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December 16, 1950


Author Affiliations


Director (Dr. Dickinson) and Associate in Mathematics (Dr. Welker), Bureau of Medical Economic Research, American Medical Association.

JAMA. 1950;144(16):1395-1400. doi:10.1001/jama.1950.62920160011023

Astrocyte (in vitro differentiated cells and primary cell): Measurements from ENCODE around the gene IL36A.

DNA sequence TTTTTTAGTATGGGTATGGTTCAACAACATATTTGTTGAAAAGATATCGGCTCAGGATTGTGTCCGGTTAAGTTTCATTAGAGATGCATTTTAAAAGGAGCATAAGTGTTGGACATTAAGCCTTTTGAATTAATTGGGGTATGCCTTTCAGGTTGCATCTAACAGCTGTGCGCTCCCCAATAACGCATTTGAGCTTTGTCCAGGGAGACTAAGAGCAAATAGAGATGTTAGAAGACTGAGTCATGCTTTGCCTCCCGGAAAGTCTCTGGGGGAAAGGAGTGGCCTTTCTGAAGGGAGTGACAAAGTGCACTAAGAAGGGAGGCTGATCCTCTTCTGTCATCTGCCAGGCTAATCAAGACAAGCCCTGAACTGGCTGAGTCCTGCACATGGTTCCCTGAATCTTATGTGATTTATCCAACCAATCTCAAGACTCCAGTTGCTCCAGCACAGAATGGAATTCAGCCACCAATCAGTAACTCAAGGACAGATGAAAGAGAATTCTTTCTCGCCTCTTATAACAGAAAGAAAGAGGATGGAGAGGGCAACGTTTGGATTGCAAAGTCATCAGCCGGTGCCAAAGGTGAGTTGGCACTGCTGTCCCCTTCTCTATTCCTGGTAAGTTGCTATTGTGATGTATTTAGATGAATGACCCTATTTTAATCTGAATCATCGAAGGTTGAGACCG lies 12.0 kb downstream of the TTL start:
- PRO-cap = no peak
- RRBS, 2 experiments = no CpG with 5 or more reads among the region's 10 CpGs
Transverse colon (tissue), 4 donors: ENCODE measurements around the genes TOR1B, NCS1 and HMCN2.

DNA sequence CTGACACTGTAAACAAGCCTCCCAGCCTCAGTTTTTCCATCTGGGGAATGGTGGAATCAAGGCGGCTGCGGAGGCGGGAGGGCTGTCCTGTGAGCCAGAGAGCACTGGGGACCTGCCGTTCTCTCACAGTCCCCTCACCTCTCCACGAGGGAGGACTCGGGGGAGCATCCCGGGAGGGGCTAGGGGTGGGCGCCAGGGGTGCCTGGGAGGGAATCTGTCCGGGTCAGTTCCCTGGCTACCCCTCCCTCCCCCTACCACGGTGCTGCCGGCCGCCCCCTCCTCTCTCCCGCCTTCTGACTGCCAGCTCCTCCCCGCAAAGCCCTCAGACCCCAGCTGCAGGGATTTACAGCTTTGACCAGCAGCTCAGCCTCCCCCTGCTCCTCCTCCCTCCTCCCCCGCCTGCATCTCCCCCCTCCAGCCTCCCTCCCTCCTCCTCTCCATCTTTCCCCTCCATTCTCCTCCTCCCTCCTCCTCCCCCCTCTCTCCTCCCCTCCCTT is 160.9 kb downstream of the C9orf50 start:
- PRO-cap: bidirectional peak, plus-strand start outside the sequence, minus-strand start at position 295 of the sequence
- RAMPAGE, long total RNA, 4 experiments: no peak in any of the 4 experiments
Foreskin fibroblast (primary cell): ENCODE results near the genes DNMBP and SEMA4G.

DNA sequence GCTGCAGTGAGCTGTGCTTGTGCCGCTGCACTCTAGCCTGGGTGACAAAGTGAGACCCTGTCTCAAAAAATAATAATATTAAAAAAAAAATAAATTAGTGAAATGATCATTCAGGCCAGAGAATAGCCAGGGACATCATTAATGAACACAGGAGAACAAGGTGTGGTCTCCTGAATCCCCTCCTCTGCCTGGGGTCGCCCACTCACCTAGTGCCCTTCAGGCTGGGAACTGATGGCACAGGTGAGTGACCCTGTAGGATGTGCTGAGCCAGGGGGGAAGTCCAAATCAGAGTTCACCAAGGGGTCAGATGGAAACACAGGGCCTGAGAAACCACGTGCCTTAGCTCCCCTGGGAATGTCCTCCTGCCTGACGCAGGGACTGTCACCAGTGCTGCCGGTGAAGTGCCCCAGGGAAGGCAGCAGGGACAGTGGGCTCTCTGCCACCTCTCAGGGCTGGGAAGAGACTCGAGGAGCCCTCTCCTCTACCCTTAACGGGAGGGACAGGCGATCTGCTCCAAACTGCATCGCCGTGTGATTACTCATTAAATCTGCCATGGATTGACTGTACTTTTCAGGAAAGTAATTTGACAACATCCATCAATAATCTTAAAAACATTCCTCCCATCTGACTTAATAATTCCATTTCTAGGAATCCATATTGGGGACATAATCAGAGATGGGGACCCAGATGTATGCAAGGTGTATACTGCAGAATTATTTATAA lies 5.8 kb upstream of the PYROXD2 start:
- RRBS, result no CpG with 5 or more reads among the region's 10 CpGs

The downward trend of maternal mortality in the United States continued through 1949, according to data collected from the state health departments. Provisional reports received in correspondence with the states furnished information on the numbers of live births and maternal deaths for 47 states and the District of Columbia. With the 1948 data for the nonreporting state, Rhode Island, an estimated maternal mortality rate of slightly less than one maternal death per 1,000 live births was obtained for the United States in 1949. The maternal mortality problem in the United States is no longer a serious national problem but is, rather, one for local action in those areas in which maternal mortality rates are still relatively high. The rate for the United States has been declining rather steadily since 1933, the first year in which all the states were in the birth and death registration areas. The rate for 1933

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